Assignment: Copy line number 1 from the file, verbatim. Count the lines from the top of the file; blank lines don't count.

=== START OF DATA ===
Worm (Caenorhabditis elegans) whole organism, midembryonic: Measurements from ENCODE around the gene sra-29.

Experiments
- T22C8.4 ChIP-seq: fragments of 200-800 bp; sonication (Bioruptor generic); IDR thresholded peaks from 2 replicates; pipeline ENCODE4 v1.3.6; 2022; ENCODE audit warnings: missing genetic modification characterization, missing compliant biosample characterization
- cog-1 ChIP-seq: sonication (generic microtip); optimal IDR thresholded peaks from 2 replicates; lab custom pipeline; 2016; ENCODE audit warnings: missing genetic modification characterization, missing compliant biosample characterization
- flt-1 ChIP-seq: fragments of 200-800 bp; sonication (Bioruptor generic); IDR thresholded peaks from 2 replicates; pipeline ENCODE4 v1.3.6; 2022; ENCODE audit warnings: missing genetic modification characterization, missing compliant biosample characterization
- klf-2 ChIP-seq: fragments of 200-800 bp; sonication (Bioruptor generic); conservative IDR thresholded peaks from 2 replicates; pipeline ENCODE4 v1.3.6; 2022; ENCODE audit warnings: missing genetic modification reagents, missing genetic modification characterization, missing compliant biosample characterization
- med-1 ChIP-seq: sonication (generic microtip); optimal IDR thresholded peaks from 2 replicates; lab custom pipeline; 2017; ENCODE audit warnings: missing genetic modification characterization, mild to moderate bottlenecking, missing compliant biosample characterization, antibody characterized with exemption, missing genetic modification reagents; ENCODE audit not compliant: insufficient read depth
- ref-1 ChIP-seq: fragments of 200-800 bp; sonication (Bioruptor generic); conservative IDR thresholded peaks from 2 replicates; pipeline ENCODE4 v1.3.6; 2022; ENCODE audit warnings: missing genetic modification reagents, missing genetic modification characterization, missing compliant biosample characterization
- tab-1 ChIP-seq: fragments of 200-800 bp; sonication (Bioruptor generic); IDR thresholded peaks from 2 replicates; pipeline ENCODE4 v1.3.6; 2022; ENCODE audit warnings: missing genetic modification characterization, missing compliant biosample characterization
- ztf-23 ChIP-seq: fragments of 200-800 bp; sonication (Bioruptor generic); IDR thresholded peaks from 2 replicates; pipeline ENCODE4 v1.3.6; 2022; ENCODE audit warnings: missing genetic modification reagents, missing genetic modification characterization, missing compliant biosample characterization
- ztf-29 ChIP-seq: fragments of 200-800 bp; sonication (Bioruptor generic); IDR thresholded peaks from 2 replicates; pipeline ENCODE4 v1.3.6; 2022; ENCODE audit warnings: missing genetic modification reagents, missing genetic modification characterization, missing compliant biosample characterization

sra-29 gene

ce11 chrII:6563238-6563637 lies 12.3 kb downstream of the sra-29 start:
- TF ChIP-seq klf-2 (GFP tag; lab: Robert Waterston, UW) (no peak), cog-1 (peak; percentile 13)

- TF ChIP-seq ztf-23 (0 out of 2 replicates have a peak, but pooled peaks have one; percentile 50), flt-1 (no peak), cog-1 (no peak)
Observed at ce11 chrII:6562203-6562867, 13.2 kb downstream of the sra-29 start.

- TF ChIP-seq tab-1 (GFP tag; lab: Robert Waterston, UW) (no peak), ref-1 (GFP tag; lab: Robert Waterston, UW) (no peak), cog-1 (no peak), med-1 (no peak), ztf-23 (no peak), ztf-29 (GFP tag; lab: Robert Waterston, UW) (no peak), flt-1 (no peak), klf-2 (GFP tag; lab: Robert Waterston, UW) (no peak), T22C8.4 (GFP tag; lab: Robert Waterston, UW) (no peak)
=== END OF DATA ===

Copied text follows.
Worm (Caenorhabditis elegans) whole organism, midembryonic: Measurements from ENCODE around the gene sra-29.